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Mind you, Kingsley is every bit as good as advertised, and Don seems about to eat Gal alive at any moment. Don is a bald, compact little man in tailored slacks and short-sleeve shirts, informed by both vicious, thuggish rage and malformed New Age wisdom. "I love you," he tells Gal. "You're lovable. Big lovable bloke." But the next morning he bursts into Gal and Deedee's bedroom to kick them awake with satanic fervor, shrieking, "I won't let you be happy! Why should I?" When Gal insists he won't do the job, Don presses for his inner thoughts: "Talk to me, Gal. I'm here for you. I'm a good listener." Then, a moment later, after Gal starts talking: "Fuck off! Cunt!"

Don has been sent by a London crime boss named Teddy Bass (Ian McShane, star of British TV series "Lovejoy") to recruit Gal for a seemingly impossible safe-deposit robbery. "Where there's a will -- and there's a fucking will -- there's a way," Don insists. "And there's a fucking way." But Gal, as we now know, once served nine years in prison doing a similar job for Don. He's no longer fit for such work, he says, and doesn't need the money. They have never committed crimes for money, Don reminds him: "It's the charge, it's the buzz, it's the sheer fuck-off-ness of it all. Am I right?"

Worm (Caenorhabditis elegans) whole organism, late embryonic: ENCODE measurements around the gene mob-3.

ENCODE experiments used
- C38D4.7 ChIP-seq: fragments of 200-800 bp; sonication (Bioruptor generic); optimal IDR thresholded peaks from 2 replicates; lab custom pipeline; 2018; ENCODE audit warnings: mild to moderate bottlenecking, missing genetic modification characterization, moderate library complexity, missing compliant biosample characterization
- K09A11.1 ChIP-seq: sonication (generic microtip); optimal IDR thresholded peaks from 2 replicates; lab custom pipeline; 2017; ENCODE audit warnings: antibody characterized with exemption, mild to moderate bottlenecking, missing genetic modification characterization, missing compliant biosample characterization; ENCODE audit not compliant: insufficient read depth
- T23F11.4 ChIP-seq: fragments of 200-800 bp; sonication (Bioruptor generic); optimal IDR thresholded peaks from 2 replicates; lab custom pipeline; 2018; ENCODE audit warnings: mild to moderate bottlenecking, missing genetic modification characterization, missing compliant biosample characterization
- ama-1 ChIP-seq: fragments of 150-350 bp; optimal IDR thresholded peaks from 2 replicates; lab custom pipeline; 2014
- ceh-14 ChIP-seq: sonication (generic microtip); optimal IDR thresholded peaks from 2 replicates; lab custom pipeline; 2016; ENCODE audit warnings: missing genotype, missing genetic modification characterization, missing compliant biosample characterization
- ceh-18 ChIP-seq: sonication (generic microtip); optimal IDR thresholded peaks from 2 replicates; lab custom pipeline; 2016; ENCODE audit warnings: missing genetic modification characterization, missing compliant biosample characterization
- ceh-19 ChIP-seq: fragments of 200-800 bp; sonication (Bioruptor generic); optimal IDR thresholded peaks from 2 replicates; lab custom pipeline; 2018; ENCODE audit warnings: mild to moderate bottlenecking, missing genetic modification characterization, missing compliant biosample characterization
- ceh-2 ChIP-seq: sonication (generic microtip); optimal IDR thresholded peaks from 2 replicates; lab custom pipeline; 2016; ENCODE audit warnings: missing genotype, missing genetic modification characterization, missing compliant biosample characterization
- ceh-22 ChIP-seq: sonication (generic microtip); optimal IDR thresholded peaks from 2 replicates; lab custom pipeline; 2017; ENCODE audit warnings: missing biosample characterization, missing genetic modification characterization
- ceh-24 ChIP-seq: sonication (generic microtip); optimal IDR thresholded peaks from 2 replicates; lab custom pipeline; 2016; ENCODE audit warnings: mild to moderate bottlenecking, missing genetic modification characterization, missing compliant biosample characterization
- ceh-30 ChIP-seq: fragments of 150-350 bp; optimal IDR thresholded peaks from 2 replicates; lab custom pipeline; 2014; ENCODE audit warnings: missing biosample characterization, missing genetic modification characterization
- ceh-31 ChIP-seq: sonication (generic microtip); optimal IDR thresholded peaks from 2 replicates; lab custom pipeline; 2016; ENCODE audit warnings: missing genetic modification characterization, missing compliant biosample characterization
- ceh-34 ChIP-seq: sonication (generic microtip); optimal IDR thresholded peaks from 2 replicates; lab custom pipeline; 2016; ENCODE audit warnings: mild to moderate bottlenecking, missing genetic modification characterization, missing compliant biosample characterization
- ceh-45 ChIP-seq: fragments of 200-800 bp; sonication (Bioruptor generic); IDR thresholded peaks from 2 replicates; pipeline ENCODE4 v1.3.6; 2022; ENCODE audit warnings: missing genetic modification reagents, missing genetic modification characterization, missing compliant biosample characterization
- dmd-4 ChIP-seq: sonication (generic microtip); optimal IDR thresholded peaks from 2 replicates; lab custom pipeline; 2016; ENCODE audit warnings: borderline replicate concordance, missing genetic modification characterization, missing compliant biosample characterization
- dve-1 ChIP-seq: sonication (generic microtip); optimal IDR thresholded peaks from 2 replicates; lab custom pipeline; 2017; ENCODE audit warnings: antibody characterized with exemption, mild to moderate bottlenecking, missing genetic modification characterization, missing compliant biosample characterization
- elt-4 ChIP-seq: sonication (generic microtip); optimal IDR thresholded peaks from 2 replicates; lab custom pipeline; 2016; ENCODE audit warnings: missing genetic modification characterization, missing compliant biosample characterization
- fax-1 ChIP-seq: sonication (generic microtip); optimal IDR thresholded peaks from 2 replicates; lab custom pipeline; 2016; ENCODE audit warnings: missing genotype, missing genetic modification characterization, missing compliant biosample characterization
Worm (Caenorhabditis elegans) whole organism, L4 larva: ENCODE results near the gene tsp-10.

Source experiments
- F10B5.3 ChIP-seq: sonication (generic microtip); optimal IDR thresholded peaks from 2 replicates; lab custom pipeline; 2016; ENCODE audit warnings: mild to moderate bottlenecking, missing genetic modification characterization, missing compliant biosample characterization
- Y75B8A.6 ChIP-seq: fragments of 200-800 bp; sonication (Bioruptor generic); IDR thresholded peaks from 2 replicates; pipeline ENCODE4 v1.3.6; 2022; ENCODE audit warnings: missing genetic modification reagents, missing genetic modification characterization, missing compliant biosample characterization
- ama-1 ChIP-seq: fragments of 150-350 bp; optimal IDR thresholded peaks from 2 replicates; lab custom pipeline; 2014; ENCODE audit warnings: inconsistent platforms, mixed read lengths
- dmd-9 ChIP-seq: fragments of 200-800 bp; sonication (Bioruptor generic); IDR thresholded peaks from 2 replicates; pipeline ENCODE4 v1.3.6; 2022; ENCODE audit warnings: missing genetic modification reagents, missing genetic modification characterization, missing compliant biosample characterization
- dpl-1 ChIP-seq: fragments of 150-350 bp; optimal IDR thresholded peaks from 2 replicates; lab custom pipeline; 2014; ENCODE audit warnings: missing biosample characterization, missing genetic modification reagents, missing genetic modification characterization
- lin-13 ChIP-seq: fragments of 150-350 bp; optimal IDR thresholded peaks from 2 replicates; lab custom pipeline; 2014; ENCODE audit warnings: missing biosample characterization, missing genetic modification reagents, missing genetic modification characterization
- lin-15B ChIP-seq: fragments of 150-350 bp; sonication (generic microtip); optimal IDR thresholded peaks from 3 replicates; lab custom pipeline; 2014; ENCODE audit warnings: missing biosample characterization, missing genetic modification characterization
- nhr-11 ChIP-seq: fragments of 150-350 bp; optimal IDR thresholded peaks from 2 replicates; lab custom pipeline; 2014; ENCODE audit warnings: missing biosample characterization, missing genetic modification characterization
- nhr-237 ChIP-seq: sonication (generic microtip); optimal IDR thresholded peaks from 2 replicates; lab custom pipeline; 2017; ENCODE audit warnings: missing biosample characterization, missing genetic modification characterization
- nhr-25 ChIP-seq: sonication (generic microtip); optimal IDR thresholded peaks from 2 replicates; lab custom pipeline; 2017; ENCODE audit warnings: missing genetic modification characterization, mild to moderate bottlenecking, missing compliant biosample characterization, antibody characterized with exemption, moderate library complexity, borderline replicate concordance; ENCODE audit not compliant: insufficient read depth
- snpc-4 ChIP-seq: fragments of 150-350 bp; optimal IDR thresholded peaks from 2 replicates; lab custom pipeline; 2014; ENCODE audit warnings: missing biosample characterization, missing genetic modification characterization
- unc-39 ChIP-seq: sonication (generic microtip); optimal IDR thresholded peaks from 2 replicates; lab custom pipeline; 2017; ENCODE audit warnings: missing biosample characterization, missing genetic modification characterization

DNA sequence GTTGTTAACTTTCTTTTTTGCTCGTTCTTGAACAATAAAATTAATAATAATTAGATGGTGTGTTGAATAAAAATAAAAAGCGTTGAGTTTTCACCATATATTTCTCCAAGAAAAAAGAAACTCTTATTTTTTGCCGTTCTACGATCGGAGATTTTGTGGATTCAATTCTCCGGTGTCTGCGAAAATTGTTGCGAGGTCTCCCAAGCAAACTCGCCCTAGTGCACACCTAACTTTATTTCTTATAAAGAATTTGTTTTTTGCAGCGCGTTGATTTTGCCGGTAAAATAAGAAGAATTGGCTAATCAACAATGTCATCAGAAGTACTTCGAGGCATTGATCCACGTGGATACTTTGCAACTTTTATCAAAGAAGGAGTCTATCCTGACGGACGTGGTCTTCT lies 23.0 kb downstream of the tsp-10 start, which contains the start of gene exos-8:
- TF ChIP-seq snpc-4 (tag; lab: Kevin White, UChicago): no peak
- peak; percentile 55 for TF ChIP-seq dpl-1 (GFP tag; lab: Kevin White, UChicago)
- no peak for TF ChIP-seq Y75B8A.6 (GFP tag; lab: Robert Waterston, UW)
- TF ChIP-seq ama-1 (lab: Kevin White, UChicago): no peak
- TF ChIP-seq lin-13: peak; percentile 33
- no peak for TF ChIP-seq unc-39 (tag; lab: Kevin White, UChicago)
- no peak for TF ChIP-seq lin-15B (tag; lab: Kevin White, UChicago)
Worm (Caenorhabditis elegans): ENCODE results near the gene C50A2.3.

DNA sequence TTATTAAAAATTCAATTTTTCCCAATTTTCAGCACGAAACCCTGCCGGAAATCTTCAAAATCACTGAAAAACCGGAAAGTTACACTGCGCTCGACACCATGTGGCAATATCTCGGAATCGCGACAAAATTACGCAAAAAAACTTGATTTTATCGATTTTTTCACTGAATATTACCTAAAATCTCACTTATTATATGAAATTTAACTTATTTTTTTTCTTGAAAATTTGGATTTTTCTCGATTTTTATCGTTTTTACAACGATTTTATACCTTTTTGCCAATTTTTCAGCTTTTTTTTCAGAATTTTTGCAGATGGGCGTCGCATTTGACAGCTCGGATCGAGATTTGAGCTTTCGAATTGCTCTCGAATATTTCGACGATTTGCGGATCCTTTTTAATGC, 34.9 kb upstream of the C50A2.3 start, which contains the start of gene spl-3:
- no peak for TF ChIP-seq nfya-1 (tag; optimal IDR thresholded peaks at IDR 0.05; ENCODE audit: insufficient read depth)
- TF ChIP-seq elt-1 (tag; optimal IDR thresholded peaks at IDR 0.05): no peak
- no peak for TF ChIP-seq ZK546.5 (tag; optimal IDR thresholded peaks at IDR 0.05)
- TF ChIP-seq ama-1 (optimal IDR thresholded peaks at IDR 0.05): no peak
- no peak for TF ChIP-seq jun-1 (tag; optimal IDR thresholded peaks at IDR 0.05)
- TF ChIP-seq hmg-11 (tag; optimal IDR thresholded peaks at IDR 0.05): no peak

Don proves predictably difficult to say no to, and Gal ends up back in London after all, which is depicted as an underwater dream world full of cackling criminals and night journeys to uncertain destinations. I shouldn't tell you much more than that. Don goes mysteriously missing and Teddy is involved in an ambiguous, perhaps sexual, relationship with Harry (James Fox), president of the safe-deposit company. Like Dante or Orpheus, Gal must go all the way down, into the murky realm of Don and Teddy and the rabbit-demon from his dream, if he hopes to see Deedee and the Spanish sun again. This film's final destination, like the unforgettable thrill ride that carries us there, seems to be all things at once: comic and tragic, mystical and ridiculous, grotesque and beautiful.


Andrew O'Hehir

Andrew O'Hehir is executive editor of Salon.